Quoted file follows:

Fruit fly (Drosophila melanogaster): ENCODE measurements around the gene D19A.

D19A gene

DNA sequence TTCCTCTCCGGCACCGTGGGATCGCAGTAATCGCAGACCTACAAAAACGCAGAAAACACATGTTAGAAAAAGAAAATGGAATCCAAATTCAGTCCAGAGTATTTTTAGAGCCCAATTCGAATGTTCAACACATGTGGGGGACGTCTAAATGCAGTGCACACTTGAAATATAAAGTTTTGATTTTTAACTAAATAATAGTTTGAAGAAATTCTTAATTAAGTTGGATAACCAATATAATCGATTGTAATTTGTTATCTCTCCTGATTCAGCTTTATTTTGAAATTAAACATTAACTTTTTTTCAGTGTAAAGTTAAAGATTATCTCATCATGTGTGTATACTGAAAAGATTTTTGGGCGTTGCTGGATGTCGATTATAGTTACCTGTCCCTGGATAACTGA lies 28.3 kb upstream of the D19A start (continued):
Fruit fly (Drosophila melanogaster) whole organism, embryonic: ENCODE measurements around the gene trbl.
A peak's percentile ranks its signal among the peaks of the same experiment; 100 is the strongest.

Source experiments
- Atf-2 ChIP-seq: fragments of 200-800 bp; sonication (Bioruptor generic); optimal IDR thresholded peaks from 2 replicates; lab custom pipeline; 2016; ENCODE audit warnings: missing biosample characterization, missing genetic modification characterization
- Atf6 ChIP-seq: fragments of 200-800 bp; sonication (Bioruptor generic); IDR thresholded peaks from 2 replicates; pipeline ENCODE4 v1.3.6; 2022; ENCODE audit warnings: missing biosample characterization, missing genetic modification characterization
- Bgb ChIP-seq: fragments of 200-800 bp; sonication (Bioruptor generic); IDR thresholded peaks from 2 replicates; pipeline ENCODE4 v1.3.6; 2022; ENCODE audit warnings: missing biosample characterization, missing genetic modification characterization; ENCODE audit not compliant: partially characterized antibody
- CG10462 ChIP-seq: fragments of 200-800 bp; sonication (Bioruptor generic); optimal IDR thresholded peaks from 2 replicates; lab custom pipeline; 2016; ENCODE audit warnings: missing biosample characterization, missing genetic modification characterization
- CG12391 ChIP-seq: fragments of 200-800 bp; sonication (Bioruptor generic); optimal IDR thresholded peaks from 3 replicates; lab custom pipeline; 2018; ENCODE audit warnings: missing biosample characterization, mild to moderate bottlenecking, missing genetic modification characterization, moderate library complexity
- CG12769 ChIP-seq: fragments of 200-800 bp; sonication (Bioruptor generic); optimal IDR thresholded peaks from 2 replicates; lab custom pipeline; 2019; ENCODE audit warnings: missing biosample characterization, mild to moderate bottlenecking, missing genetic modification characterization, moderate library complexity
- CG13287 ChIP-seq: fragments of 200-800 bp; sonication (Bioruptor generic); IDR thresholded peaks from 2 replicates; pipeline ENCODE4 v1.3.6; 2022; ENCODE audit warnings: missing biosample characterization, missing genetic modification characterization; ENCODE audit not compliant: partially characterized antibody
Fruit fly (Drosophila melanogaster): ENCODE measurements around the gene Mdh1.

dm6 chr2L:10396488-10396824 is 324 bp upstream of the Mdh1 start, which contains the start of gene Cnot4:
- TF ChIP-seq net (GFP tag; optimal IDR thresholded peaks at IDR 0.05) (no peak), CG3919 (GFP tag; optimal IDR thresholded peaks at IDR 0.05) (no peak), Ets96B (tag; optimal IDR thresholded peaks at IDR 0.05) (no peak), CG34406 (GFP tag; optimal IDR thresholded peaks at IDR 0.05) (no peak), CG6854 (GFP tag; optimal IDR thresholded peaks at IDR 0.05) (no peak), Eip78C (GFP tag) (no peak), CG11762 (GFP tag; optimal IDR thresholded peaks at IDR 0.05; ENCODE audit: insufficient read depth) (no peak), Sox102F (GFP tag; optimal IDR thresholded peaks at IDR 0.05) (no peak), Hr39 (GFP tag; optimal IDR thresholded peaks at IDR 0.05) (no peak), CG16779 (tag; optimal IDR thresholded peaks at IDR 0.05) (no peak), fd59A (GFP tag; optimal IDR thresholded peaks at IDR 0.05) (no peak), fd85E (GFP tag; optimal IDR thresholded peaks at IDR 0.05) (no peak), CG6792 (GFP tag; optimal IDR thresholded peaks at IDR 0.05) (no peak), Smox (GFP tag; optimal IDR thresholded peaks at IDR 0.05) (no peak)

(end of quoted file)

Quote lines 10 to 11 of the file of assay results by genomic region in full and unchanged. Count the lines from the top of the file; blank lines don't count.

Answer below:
- CG10462 ChIP-seq: fragments of 200-800 bp; sonication (Bioruptor generic); optimal IDR thresholded peaks from 2 replicates; lab custom pipeline; 2016; ENCODE audit warnings: missing biosample characterization, missing genetic modification characterization
- CG12391 ChIP-seq: fragments of 200-800 bp; sonication (Bioruptor generic); optimal IDR thresholded peaks from 3 replicates; lab custom pipeline; 2018; ENCODE audit warnings: missing biosample characterization, mild to moderate bottlenecking, missing genetic modification characterization, moderate library complexity